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  1. Reference Guide on Vitamins
      "This information is designed to help adults make informed decisions about their health and is intended to be used for general nutritional information and educational purposes only."

  2. Reference Guide on Minerals
      "This information is designed to help adults make informed decisions about their health and is intended to be used for general nutritional information and educational purposes only." 10-09

  3. Reference Guide on Amino Acids
      "This information is designed to help adults make informed decisions about their health and is intended to be used for general nutritional information and educational purposes only." 10-09

  4. Forestry Reference Resources (Smith)

  5. Reference

  6. Maps in the Reference Section of the Awesome Library

  7. Reference Information (Towson University - Ladon)
      Provides handouts in introductory chemistry at a college level. Developed by a tutor for college students in chemistry. 2-00

  8. Reference Information (StartSpot Mediaworks - Gov Spot)
      Provides well organized sources of information related to government. 4-00

  9. Anatomy - Reference Guide (Bartleby.com - Gray's Human Anatomy)
      Provides a comprehensive reference book on the basics of a human body, including skeletal system, circulatory system, muscles, senses, neurology, lymphatic system, respiratory system, digestive system, and more. "The Bartleby.com edition of Gray’s Anatomy of the Human Body features 1,247 vibrant engravings—many in color—from the classic 1918 publication, as well as a subject index with 13,000 entries ranging from the Antrum of Highmore to the Zonule of Zinn." 5-02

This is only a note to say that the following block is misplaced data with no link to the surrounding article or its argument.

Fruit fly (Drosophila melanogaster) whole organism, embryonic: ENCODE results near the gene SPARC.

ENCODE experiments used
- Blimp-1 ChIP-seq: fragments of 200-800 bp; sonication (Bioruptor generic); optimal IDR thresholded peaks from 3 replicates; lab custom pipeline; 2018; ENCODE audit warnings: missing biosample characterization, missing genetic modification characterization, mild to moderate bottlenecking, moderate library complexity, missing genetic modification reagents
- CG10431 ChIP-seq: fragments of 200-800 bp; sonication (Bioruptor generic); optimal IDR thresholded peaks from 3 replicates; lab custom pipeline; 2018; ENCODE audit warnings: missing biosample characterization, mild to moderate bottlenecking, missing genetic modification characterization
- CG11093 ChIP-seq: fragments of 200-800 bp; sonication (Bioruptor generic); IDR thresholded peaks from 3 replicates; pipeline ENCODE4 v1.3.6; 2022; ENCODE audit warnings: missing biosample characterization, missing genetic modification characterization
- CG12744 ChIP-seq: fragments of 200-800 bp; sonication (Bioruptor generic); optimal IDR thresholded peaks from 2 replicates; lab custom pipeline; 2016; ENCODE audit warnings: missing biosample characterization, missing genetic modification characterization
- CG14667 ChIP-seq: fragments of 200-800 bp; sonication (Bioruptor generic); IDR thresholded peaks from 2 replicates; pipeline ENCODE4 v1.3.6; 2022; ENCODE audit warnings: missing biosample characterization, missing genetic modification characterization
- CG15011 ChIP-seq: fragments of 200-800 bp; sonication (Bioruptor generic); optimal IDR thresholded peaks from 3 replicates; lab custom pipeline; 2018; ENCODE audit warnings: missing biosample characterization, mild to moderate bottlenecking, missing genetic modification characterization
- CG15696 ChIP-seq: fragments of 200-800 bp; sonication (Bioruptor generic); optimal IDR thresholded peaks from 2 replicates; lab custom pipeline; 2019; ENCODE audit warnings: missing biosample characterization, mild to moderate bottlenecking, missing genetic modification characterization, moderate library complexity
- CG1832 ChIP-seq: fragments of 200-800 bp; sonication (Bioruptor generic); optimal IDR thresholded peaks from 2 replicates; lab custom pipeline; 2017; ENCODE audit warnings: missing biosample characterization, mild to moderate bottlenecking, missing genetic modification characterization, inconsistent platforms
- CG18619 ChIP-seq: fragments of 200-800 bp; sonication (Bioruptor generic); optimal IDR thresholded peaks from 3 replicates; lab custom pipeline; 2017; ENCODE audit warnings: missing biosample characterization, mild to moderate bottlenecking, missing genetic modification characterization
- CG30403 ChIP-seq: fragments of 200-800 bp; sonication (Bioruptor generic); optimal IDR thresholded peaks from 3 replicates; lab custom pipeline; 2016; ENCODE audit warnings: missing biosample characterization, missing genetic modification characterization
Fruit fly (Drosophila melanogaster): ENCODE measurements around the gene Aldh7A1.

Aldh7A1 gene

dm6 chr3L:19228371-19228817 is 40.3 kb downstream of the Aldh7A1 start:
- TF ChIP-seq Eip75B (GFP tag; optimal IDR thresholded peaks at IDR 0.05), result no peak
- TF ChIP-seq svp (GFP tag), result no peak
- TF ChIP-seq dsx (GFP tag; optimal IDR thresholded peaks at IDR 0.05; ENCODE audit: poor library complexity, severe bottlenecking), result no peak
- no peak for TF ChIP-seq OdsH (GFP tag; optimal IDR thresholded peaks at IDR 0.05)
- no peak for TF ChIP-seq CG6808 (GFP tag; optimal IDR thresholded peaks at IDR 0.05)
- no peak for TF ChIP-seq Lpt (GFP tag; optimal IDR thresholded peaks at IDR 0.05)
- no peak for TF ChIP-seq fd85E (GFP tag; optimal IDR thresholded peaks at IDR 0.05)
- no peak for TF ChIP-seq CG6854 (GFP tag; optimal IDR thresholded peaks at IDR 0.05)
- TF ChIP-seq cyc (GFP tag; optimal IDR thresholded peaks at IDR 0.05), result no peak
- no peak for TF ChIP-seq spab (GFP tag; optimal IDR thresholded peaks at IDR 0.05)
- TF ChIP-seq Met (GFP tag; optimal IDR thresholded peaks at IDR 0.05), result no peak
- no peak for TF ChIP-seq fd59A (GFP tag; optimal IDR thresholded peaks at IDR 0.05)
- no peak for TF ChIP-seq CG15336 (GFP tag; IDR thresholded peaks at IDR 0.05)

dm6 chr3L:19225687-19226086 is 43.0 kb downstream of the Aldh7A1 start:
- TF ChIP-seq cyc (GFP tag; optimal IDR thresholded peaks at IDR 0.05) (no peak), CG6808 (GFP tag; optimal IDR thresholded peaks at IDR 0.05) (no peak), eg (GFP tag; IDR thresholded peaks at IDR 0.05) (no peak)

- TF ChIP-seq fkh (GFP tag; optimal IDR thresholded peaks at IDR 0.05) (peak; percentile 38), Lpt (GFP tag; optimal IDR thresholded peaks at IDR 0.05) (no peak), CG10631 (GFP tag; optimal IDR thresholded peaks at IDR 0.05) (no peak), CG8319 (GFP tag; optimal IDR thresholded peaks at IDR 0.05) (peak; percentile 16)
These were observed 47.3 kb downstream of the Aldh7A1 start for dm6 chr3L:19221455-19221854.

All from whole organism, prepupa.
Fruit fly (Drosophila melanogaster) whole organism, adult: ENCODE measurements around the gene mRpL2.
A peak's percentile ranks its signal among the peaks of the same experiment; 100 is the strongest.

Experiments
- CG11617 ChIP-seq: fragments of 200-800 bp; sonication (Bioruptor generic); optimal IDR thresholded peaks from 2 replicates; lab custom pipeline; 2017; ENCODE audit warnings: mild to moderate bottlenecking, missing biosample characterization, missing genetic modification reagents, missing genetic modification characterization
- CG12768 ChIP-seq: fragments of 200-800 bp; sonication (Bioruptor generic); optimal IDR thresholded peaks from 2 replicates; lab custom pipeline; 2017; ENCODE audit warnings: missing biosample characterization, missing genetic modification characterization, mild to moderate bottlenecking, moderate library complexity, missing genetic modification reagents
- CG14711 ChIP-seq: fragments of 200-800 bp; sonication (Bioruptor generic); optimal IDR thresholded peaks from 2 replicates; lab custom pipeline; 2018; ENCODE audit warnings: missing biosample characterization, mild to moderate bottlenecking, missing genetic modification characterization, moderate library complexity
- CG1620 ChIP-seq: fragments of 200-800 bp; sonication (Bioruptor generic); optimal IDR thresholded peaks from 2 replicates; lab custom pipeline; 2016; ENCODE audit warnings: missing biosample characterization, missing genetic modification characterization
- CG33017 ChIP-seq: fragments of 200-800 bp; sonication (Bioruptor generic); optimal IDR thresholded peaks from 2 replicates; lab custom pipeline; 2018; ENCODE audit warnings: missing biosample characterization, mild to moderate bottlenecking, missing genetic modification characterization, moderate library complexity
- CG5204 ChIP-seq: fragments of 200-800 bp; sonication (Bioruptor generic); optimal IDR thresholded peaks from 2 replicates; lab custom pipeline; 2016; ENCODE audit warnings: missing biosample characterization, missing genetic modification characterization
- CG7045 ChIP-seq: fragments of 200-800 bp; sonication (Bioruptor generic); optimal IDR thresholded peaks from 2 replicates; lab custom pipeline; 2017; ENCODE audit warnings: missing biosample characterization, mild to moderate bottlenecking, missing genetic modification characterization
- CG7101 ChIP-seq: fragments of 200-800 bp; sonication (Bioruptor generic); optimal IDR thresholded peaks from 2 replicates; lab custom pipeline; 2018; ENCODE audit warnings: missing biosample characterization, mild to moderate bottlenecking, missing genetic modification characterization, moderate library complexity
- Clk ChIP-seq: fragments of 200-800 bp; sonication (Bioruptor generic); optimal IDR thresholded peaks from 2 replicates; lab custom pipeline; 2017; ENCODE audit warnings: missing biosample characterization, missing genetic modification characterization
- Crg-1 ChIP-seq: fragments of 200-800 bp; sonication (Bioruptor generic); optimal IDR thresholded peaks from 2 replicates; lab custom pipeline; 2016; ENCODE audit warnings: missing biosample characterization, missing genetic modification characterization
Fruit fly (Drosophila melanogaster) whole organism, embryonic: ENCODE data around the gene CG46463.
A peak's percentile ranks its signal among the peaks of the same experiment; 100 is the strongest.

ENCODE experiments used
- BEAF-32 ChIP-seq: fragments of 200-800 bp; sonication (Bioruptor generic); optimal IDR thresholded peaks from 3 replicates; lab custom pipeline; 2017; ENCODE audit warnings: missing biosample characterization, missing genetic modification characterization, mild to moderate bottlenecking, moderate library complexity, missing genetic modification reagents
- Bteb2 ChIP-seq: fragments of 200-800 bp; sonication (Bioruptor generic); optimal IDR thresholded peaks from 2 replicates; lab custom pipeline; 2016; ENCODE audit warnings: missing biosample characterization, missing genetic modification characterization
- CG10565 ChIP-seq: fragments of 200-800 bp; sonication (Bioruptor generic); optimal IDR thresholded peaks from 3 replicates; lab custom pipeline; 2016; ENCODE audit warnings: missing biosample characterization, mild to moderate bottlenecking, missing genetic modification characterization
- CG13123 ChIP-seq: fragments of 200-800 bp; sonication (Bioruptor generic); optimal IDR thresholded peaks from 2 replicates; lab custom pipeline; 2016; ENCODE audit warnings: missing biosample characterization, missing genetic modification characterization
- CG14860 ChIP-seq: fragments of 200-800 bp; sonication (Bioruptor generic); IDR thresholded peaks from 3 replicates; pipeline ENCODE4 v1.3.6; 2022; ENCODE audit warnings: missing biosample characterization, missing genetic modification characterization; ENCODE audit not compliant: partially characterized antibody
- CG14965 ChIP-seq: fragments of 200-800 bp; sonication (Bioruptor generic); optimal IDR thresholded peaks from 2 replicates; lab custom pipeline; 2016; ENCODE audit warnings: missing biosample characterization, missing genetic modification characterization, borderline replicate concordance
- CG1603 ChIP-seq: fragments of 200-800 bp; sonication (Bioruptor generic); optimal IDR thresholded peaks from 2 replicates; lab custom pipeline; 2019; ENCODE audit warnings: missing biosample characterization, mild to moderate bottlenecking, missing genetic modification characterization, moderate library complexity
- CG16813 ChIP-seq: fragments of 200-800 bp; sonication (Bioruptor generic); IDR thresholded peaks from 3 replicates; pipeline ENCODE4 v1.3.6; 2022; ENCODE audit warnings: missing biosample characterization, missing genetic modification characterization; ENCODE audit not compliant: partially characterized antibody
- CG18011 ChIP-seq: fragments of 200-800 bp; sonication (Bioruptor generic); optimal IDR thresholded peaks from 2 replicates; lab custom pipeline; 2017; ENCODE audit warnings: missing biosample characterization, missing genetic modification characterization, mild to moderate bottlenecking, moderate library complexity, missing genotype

10. Pentecostalism (Reference.com)
      "The Pentecostal movement within Protestant Christianity places special emphasis on the gifts of the Holy Spirit. Pentecostalism is similar to the Charismatic movement, but developed earlier and separated from the mainstream church. Charismatic Christians, at least in the early days of the movement, tended to remain in their respective denominations."

      "Theologically, most Pentecostal denominations are aligned with Evangelicalism in that they emphasize the reliability of the Bible and the need for conversion to faith in Jesus. While there is cross pollination with other movements, Pentecostals differ from Fundamentalists by placing more emphasis on personal spiritual experience and, in most cases, by allowing women in ministry." 01-06

  11. Holy Spirit (Reference.com)
      "Christians believe it is the Holy Spirit who leads people to faith in Jesus and the one who gives them the ability to lead a Christian life. The Spirit dwells inside every true Christian, each one's body being His temple (First Epistle to the Corinthians 3:16)." 01-06

  12. Jesus (Reference.com)
      "Jesus, also known as Jesus Christ*, Jesus of Nazareth, and Jesus the Nazarene, is the central figure in Christianity." 01-06

  13. Fundamentalism (Reference.com)
      "Fundamentalist Christianity, or Christian Fundamentalism, in the scope of this particular article, refers to the movement within American Protestantism in the late 19th and early 20th centuries by conservative evangelical Christians, who, in a reaction to modernism, actively affirmed a core set of Christian beliefs: namely, the inerrancy of the Bible, the virgin birth of Christ, the doctrine of substitutionary atonement, the bodily resurrection of Jesus, and the authenticity of his miracles. This core set of beliefs was the "line in the sand" drawn by conservative Christians as they battled against the rise of rationalism, higher biblical criticism, and Liberalism within Protestant denominations." 01-06